A New Stem Cell Therapy Provides Hope to Patients with Blood Cancer

Scientist hand holding red blood bag in storage refrigerator at blood bank
Photo by arcyto

Stacey Khoury felt more fatigued and out of breath than she was used to from just walking up the steps to her job in retail jewelry sales in Nashville, Tennessee. By the time she got home, she was more exhausted than usual, too.

"I just thought I was working too hard and needed more exercise," recalls the native Nashvillian about those days in December 2010. "All of the usual excuses you make when you're not feeling 100%."

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Christopher Johnston
Christopher Johnston has published more than 3,500 articles in publications including American Theatre, Christian Science Monitor, History Magazine, and Scientific American. His book, Shattering Silences: Strategies to Prevent Sexual Assault, Heal Survivors, and Bring Assailants to Justice (Skyhorse) was published in May 2018. He is a member of the Board of the American Society of Journalists and Authors.
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The Friday Five: Soon Band-Aids Could Be AIs

In this week's Friday Five, research on a "smart" bandage for wounds, a breakthrough in fighting inflammation, the pros and cons of a new drug for Alzheimer's, benefits of the Mediterranean diet with a twist, and we've learned to recycle a plastic that was un-recyclable.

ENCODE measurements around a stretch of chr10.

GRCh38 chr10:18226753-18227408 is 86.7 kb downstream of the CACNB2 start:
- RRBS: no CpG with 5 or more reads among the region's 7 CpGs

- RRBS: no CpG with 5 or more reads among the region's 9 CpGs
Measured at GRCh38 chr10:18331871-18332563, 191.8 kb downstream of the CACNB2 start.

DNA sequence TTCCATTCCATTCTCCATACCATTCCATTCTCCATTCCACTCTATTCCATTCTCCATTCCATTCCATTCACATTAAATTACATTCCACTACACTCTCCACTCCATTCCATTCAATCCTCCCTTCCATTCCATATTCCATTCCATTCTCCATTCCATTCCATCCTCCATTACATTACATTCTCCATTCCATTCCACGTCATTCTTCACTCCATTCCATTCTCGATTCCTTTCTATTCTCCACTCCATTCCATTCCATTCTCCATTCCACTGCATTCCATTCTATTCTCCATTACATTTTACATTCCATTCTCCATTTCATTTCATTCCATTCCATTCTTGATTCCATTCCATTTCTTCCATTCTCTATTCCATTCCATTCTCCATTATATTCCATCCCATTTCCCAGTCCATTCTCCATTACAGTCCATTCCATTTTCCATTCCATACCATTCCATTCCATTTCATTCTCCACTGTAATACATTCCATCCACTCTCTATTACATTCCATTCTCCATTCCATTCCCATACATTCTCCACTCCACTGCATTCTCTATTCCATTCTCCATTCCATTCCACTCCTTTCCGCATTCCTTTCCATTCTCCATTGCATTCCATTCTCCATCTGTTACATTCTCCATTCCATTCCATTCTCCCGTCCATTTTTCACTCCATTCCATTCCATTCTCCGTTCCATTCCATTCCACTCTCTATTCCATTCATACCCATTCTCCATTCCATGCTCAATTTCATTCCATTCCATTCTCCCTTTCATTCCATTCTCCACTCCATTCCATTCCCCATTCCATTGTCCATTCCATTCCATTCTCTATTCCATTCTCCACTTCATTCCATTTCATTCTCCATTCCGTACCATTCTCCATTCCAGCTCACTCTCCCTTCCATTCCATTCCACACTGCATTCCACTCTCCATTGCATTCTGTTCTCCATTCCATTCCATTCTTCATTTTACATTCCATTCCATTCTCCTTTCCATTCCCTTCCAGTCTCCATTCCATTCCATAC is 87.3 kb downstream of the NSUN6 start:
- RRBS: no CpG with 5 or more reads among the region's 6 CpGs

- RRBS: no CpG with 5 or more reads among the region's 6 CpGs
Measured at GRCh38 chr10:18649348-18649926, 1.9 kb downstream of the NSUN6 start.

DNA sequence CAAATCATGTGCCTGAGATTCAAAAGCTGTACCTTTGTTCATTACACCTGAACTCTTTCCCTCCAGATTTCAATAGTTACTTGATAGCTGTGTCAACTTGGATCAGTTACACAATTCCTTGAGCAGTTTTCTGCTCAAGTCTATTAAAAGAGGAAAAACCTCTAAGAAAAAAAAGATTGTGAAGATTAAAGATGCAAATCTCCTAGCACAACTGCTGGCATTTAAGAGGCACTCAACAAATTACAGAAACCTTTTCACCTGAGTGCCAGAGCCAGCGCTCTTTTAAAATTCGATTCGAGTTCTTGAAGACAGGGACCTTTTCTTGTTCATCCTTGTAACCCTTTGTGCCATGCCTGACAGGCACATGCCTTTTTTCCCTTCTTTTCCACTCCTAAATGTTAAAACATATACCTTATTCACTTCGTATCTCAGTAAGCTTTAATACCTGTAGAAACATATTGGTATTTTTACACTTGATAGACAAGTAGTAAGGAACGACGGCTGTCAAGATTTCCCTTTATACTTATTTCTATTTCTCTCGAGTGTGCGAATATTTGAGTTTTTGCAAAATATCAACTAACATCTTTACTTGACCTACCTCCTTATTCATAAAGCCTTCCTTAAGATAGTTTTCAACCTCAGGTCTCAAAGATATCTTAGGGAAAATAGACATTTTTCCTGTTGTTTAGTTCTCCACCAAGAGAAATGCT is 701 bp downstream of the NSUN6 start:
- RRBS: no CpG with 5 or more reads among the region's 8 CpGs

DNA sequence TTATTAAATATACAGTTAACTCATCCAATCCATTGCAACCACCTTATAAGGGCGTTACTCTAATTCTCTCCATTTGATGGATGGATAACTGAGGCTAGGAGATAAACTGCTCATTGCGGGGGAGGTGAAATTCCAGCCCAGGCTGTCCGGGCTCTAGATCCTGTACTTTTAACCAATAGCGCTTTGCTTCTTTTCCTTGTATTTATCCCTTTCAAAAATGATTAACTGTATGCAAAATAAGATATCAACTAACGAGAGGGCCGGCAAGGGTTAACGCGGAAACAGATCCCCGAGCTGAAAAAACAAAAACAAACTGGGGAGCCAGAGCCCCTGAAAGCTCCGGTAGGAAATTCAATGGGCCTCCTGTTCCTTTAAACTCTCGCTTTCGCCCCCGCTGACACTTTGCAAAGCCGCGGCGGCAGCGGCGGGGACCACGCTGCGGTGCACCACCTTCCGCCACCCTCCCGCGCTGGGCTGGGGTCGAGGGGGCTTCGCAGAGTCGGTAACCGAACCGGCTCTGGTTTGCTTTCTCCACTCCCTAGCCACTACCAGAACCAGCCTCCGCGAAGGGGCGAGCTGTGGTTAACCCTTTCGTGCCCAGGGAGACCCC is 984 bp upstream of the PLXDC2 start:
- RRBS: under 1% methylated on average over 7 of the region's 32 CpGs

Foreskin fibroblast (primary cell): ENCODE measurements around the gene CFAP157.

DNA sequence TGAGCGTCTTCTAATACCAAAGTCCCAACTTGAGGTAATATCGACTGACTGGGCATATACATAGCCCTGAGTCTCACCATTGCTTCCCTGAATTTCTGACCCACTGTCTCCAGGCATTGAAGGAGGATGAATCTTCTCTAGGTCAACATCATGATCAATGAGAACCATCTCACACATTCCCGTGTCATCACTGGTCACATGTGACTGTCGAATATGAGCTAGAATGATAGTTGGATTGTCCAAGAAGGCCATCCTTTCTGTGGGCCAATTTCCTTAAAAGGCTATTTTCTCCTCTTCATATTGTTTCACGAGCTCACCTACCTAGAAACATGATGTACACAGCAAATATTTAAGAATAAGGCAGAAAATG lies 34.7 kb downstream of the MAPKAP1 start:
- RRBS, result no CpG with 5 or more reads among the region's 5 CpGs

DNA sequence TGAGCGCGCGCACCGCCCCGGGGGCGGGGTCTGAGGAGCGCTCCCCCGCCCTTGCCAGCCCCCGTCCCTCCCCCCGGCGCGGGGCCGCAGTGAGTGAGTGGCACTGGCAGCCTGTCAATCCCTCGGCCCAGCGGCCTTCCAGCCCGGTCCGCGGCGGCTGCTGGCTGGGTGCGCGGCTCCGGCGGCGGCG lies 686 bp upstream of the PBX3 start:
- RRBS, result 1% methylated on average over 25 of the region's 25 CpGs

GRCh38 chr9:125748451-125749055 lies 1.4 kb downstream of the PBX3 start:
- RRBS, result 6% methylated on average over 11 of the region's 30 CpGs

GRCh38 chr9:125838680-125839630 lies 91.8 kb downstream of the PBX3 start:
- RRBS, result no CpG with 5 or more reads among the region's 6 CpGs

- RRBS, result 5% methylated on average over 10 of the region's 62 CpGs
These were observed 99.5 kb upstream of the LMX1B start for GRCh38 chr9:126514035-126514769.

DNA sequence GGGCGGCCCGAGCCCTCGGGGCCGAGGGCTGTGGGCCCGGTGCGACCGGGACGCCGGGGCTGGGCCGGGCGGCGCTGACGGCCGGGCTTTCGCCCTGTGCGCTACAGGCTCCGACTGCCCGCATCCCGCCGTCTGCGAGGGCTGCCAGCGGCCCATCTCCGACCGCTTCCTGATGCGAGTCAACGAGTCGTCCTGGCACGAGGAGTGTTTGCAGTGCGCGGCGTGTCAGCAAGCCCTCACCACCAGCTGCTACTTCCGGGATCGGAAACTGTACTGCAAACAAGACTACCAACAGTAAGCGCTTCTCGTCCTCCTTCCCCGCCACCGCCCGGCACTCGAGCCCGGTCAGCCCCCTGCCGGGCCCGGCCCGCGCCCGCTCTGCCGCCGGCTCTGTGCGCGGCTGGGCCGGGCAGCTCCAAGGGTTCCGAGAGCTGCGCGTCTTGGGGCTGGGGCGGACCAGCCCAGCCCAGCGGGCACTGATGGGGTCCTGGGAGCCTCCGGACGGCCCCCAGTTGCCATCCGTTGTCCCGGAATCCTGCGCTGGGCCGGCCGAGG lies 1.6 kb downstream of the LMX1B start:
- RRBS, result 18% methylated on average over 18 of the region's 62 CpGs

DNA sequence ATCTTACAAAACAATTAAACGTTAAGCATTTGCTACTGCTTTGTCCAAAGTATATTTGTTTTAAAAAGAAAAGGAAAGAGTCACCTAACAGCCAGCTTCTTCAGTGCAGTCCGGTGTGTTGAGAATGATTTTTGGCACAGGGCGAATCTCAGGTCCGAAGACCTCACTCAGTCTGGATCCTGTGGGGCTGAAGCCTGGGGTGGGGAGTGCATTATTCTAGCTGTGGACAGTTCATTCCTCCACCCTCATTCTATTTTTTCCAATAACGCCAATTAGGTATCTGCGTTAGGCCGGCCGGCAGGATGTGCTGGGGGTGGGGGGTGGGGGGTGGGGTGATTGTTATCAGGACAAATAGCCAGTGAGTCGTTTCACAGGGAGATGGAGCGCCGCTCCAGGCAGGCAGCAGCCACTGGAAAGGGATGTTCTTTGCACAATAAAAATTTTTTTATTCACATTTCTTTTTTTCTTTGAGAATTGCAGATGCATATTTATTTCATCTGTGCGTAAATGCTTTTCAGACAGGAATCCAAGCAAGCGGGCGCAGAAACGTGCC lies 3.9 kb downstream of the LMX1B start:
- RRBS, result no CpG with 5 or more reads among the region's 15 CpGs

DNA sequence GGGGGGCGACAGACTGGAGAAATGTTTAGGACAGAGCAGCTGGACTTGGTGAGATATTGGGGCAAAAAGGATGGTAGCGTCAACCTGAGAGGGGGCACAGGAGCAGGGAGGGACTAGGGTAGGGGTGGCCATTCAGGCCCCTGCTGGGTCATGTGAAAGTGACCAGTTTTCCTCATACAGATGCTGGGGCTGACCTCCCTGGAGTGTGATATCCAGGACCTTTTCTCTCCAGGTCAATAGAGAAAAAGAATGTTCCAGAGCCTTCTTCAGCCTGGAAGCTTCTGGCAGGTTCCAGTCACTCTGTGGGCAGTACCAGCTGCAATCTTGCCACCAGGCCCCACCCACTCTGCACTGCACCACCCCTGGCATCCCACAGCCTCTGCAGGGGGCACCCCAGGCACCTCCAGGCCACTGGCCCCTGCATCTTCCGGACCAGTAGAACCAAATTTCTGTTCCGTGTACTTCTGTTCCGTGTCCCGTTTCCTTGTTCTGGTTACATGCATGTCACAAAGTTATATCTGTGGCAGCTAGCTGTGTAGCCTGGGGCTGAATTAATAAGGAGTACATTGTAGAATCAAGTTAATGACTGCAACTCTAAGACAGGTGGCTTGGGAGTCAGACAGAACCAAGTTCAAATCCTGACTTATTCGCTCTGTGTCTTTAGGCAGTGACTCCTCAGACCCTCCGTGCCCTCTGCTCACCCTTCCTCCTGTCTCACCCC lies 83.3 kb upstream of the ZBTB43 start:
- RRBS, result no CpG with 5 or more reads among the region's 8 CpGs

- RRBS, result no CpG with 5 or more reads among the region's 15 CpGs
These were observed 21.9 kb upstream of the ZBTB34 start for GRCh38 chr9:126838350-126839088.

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The Friday Five covers five stories in research that you may have missed this week. There are plenty of controversies and troubling ethical issues in science – and we get into many of them in our online magazine – but this news roundup focuses on scientific creativity and progress to give you a therapeutic dose of inspiration headed into the weekend.

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Matt Fuchs

Matt Fuchs is the editor-in-chief of Leaps.org. He is also a contributing reporter to the Washington Post and has written for the New York Times, Time Magazine, WIRED and the Washington Post Magazine, among other outlets. Follow him on Twitter @fuchswriter.

Sexually Transmitted Infections are on the rise. This drug could stop them.

Cases of gonorrhea, chlamydia and syphilis soared last year, but researchers are finding that a drug known as doxy seems to reduce the number of infections.

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Sexually transmitted infections (STIs) are surging across the U.S. to 2.5 million cases in 2021 according to preliminary data from the CDC. A new prevention and treatment strategy now in clinical trials may provide a way to get a handle on them.

It's easy to overlook the soaring rates of gonorrhea, chlamydia, and syphilis because most of those infections have few or no symptoms and can be identified only through testing. But left untreated, they can lead to serious damage to nerves and tissue, resulting in infertility, blindness, and dementia. Infants developing in utero are particularly vulnerable.

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Bob Roehr
Bob Roehr is a biomedical journalist based in Washington, DC. Over the last twenty-five years he has written extensively for The BMJ, Scientific American, PNAS, Proto, and myriad other publications. He is primarily interested in HIV, infectious disease, immunology, and how growing knowledge of the microbiome is changing our understanding of health and disease. He is working on a book about the ways the body can at least partially control HIV and how that has influenced (or not) the search for a treatment and cure.